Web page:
# Help in writing the basis for Clifford algebra $Cl^2 (W)$ and the quotient $Cl^3 (W) / Cl^2 (W)$

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Consider a basis $(c_1 ^ {\dagger}, c_2 ^ {\dagger}, c_1 ^ {\dagger}, c_1, c_2, c_3 )$ of creation and annihilation operators for $W=V \oplus V^*$.

I need help to write the basis for Clifford algebra $Cl^2 (V \oplus V^*)$=$Cl^2 (W)$. By definition, $$Cl^2 (V \oplus V^*) := \bigoplus_{l =0 }^2 T^l(W)/I,$$ where $I$ is two sided ideal generated by $(xy+yx)-b(x,y).1$ where $b$ is the canonical bilinear form attached to $W.$

I wrote $$Cl^2 (V \oplus V^*) = \mathbb{C}/I \oplus W / I \oplus W \otimes W/I.$$

Is this correct?

What is the basis for $Cl^2 (V \oplus V^*)$? Also, how can I write basis for quotient space $Cl^3(W)/Cl^2(W)$? For the latter, I am assuming that it is enough to understand the basis for $Cl^3(W)$. Then I can simply consider the coset of each basis element. Right?

Added: Here is the context of the question:

Let $V$ be a 3-dimensional vector space, $W=V\oplus V^*$ and $C(W)$ be the Clifford algebra defined by $W$ and its symmetric form. Take the basis $(c_1 ^ {\dagger}, c_2 ^ {\dagger}, c_1 ^ {\dagger}, c_1, c_2, c_3 )$ of creation and annihilation operators for $W$. The Lie algebra $\mathfrak{so}(6)$ is embedded as a Lie subalgebra $\mathfrak{s}$ in $C(W)$ by sending a matrix $$\begin{pmatrix} A & B \\ C & -A^t \end{pmatrix}$$ with $B,C$ anti-symmetric to the element $$\sum_{i,j} A_{i,j} (c_i^{\dagger}c_j-c_jc_i ^{\dagger})+B_{i,j}c_i ^{\dagger}c_j^{\dagger} +C_{i,j}c_ic_j.$$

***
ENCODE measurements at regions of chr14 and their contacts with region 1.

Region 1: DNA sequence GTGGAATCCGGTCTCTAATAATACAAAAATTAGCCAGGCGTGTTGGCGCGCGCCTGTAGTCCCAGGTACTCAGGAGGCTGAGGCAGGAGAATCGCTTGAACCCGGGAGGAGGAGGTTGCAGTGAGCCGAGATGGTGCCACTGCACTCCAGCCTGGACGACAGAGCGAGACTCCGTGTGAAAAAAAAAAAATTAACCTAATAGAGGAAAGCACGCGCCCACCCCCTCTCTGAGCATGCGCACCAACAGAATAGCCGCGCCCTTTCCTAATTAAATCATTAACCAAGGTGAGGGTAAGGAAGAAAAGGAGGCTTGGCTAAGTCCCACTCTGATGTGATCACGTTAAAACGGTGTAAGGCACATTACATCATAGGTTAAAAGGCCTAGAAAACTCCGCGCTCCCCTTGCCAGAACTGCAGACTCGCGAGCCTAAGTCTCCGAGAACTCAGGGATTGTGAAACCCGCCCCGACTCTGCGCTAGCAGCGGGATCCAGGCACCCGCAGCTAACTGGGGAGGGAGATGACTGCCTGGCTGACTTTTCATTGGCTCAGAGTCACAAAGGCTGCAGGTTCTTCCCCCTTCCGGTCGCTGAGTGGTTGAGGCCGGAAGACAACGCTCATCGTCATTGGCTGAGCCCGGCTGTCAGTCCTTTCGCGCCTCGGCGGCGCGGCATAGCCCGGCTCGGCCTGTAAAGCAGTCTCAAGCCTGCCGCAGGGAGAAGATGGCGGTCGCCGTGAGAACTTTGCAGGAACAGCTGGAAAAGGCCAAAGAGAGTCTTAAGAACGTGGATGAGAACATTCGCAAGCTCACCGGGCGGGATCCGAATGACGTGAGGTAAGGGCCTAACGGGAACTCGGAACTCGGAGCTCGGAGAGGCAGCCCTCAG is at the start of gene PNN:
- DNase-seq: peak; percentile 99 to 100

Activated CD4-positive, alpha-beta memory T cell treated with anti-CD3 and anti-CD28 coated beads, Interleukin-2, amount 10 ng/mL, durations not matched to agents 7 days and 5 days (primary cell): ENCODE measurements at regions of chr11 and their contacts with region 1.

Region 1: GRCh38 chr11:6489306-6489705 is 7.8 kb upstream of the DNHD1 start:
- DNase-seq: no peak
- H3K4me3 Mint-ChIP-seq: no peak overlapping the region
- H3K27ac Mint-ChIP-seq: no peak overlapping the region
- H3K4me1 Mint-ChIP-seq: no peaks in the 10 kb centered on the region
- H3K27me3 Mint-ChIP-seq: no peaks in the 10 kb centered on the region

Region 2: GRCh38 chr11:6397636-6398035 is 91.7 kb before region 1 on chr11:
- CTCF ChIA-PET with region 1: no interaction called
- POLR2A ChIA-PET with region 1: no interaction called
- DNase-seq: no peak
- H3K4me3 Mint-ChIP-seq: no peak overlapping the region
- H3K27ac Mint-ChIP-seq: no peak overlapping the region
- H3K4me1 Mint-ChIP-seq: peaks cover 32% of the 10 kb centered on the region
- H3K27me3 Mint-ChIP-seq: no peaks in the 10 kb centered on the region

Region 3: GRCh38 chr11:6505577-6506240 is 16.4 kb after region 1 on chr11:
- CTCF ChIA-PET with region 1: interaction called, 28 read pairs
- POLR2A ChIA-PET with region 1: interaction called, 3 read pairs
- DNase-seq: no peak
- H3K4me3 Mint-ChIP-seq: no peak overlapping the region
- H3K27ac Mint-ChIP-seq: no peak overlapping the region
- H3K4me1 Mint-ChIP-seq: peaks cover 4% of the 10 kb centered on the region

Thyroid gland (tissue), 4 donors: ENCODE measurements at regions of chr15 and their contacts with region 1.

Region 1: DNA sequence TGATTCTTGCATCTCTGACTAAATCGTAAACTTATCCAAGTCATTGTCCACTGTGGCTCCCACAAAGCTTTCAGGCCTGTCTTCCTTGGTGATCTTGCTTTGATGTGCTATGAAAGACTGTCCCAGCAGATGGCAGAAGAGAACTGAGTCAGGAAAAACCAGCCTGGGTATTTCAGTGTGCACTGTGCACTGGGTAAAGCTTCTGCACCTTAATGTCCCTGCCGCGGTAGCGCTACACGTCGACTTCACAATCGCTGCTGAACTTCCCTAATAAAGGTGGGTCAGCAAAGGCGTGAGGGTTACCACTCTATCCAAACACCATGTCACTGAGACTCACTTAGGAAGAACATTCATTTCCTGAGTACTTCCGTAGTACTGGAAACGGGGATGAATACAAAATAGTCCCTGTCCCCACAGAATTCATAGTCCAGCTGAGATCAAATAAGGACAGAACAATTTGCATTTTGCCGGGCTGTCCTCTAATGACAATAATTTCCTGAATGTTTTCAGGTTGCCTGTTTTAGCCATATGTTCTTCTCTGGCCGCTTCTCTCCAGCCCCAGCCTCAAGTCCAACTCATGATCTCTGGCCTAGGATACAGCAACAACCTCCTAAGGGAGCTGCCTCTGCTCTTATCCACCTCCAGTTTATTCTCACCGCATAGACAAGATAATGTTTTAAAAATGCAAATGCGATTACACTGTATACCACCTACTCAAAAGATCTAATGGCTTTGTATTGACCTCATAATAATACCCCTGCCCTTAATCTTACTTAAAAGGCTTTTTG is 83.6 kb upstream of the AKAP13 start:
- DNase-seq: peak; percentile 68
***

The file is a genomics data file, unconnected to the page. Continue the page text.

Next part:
1) First thing is to explain why $\mathfrak{s}$ is represented on the quotient vector space $C^3 / C^2$. I have explained why $\mathfrak{so}(6)$ acts on $C^3/C^2$. But I am unable to explain why $\mathfrak{s}$ acts on $C^3/C^2.$

2) Secondly, I need to choose a basis of this quotient such that matrices with $A=Diag(\lambda_1,\lambda_2,\lambda_3)$ and $B=C=0$ are diagonalized in this action. I don't get what I am supposed to do in this part.

The reason I asked the original question was to understand how does the basis of $C^2$ and $C^3/C^2$ look like because so far I don't understand this. If you are willing to help with actual questions 1) and 2), that is fine too.

This post imported from StackExchange Physics at 2014-12-28 09:00 (UTC), posted by SE-user monomorphic

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